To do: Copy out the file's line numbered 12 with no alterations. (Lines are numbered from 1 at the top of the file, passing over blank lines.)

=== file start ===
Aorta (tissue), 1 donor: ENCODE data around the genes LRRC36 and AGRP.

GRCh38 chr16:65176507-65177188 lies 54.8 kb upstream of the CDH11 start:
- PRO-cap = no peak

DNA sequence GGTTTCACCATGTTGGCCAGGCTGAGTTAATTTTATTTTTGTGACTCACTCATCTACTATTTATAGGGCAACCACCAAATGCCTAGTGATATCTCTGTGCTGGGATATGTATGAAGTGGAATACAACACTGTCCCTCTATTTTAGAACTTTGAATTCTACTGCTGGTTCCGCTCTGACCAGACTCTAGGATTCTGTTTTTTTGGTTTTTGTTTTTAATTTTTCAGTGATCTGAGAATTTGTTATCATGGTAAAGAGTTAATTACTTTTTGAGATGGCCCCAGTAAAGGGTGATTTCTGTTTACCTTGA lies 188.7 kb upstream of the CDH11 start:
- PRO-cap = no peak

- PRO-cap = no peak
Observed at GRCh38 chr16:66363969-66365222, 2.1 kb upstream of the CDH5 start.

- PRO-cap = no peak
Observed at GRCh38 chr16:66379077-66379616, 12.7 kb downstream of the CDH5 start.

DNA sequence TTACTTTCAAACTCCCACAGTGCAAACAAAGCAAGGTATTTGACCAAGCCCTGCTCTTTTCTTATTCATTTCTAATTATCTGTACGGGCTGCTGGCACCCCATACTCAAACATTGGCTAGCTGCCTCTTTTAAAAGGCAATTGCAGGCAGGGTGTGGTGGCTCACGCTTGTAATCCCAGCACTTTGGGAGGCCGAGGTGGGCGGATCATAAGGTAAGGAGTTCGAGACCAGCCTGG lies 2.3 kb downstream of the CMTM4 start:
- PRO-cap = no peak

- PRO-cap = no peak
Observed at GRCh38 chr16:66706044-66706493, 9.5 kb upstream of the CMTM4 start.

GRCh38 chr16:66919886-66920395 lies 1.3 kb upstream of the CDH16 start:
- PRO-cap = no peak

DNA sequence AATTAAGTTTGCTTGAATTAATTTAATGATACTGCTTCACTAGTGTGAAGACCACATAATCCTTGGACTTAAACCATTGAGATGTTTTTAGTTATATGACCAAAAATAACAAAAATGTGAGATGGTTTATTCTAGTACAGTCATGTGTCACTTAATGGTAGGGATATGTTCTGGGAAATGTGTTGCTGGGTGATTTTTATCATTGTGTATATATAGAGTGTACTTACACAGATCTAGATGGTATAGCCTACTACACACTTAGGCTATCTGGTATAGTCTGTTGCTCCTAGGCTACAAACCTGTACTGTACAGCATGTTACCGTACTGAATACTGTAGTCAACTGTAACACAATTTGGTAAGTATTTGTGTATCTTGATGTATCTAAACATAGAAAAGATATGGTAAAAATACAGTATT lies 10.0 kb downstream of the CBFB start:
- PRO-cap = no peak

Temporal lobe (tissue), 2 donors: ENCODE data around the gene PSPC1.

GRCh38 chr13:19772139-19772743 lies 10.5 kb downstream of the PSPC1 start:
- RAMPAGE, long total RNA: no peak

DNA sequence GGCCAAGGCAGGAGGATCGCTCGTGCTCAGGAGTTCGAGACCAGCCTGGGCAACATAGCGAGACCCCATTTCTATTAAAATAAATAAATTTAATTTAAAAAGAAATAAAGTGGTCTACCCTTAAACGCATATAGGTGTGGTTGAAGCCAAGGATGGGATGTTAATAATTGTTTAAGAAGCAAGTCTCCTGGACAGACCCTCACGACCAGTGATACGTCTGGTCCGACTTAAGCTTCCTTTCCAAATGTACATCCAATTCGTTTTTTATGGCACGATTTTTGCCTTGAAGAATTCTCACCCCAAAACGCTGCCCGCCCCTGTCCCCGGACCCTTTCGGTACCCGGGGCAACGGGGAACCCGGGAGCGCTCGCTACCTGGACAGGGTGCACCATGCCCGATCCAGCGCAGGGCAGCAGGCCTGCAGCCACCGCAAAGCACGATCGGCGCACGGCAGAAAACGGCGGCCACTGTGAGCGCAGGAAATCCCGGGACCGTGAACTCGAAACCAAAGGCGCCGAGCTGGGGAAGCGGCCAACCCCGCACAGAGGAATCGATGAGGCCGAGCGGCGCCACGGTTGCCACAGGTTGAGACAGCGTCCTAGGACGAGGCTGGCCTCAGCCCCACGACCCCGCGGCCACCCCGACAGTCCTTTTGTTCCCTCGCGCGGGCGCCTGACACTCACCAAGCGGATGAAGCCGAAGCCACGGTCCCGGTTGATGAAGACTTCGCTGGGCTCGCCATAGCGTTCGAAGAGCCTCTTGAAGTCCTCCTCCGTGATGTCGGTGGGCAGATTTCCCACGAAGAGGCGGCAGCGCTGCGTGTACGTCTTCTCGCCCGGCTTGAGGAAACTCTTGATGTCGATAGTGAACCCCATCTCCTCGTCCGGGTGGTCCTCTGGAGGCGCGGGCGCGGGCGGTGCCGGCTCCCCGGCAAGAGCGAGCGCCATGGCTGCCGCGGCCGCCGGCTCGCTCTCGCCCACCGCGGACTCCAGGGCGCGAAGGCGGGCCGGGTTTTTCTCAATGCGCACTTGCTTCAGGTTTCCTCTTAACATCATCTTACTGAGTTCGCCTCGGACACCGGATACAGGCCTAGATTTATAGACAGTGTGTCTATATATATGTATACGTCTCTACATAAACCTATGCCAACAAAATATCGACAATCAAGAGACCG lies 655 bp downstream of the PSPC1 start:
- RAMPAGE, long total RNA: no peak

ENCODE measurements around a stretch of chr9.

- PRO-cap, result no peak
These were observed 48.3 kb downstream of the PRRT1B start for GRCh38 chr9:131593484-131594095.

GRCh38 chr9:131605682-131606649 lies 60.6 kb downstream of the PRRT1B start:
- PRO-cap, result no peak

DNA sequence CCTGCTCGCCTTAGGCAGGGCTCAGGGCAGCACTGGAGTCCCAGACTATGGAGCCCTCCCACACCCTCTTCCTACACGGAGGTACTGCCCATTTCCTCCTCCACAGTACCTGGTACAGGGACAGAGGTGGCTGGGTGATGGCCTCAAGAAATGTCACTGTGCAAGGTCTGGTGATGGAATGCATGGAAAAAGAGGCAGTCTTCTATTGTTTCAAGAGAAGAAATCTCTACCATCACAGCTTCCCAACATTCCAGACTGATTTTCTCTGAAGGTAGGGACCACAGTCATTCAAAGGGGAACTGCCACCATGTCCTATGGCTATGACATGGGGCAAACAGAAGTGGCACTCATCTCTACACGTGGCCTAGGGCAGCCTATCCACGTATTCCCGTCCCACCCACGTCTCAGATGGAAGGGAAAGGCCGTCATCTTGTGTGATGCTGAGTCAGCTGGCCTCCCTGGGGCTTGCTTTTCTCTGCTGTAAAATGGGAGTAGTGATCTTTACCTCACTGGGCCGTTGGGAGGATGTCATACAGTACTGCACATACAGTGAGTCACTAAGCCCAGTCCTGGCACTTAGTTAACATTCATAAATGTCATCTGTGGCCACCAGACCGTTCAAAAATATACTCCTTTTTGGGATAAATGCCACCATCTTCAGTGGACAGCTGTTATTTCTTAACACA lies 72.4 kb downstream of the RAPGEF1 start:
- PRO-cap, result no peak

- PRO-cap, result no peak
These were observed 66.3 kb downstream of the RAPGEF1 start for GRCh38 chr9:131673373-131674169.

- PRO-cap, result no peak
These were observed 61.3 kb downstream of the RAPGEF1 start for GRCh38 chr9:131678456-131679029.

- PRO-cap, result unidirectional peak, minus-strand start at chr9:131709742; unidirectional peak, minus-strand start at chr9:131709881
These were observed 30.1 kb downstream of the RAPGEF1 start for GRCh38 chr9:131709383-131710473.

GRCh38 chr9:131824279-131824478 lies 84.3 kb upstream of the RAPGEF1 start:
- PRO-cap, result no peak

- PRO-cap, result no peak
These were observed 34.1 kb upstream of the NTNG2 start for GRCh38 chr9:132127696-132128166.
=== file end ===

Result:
- PRO-cap = no peak